Macdonald is still bemused by H Is for Hawk‘s success. “It became a story that was older and bigger than me,” she says, “my trip to the underworld and back.” She thinks it was good that she was so solitary, both as she grieved and then later as she wrote down that grief. “I think if I’d gone into a version of an American MFA program or something I wouldn’t have had the courage to be as weird as I was,” she says. “I mean, there was no one there to tell me that I could not be truly strange.” By now we are hiking through enormous bunkers, leftovers of WWII military encampments, brutalist shapes that cut into Marin’s otherwise flowing headlands. We’re talking about the impress of the military on this would-be natural space. The red-tailed hawk has circled away, and a Cooper’s hawk rises. Macdonald notes its wildness, smelling the sharp spring wind. “You wouldn’t fly a bird of your own on a day like this,” Macdonald tells me. The zugunruhe might be far too strong. “Falconers know that on certain days like this in the spring, a hawk would motor off and you’d lose her.”

What does it take to find yourself? That was the question that animated H Is for Hawk: and it hangs in the air now. Macdonald and I hike up to the tip of the hill, to a paved place where they’ve painted silhouettes to show the wingspans of various raptors. We find the goshawk, the eagle, the peregrine falcon. The shapes — on the ground but high in the air of this hill — are for measuring yourself, for placing your own wingspan against a wild bird’s. Together, Macdonald and I spread imaginary wings and look at our shadows. “It’s a bit amateurish,” she says of the peeling paint on the pavement there. “But I love amateurish things, don’t you? I love the way people love.”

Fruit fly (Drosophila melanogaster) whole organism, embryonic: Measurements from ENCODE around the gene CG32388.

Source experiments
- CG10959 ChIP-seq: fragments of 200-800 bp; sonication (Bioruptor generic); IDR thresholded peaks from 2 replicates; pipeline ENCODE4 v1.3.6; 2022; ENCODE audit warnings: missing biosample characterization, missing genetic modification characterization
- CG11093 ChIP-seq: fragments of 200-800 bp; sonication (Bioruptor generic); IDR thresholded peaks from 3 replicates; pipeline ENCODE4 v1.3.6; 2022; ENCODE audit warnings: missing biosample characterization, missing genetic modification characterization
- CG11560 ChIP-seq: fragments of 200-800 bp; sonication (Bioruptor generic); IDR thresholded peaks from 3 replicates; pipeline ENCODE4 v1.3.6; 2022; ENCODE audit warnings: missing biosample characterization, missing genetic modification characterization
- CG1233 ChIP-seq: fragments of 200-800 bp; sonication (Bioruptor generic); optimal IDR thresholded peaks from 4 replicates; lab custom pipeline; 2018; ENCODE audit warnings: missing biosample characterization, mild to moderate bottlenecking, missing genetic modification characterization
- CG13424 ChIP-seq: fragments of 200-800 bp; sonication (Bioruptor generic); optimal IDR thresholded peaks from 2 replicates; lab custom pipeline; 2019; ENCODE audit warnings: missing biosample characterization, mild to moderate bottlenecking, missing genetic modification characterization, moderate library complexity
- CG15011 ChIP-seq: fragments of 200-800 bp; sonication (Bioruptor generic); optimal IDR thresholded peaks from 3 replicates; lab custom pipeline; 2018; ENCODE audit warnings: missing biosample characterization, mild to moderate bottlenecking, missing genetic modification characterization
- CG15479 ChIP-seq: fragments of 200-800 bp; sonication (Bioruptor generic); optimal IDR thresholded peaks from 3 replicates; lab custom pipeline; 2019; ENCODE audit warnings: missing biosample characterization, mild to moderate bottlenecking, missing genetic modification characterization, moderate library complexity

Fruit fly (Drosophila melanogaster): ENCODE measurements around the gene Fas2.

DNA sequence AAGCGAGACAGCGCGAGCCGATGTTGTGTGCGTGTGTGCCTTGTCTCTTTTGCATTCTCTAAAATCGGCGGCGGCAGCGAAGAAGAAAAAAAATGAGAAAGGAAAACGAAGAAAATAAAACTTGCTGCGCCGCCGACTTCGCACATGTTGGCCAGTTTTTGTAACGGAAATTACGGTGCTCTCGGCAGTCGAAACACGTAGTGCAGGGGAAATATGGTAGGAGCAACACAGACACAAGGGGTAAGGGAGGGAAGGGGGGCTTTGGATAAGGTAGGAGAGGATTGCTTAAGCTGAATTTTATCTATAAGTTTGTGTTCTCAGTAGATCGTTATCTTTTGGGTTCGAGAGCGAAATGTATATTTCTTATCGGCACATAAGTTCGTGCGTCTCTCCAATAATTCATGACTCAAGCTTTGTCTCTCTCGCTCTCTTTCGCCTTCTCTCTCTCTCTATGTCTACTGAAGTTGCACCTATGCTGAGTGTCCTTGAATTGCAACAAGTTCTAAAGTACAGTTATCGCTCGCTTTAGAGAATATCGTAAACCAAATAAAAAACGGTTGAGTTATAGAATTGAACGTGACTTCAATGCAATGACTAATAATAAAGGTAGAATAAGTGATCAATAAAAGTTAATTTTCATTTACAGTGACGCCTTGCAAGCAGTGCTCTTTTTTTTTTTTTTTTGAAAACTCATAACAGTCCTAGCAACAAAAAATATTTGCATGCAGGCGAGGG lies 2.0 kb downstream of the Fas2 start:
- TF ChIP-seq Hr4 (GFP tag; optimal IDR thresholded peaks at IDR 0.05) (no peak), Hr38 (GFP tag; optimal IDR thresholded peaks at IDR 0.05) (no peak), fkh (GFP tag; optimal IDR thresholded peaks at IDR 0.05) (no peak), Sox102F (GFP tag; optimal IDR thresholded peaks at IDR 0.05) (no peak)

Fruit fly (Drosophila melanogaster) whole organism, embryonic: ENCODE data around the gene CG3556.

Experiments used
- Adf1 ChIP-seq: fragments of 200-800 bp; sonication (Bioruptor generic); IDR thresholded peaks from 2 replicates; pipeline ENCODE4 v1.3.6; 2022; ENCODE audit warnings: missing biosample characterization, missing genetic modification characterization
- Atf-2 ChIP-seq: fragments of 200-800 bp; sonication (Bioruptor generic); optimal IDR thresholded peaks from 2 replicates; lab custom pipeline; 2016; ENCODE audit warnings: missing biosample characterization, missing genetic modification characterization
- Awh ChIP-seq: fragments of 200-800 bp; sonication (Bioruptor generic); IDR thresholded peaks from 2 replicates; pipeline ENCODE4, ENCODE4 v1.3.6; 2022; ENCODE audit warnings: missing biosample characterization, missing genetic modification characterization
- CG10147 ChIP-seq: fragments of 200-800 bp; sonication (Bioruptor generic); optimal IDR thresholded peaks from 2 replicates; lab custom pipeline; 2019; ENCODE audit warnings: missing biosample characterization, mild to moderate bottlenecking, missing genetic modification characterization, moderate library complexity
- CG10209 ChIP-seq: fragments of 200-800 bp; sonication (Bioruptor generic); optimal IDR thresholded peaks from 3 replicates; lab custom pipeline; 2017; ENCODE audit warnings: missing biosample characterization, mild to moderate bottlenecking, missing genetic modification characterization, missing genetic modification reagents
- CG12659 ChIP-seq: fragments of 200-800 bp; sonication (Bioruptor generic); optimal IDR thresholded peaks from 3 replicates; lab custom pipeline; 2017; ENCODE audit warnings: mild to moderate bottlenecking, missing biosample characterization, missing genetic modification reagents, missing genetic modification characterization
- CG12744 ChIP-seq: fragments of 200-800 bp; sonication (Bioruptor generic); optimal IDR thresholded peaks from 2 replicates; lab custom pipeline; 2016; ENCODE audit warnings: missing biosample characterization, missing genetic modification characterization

I ask Macdonald if all this zugunruhe and all this travel is exhausting to her. She gives not one but two answers. “You know, there’s a real solitariness to it, too, all this touring,” she says. And then, a bit later: “Well, I’m much more at home in the world now.” She pauses. “You know, we always talk about being at home as if it’s a fixed thing. But birds carry their home with them,” she says. “Perhaps I do now too.”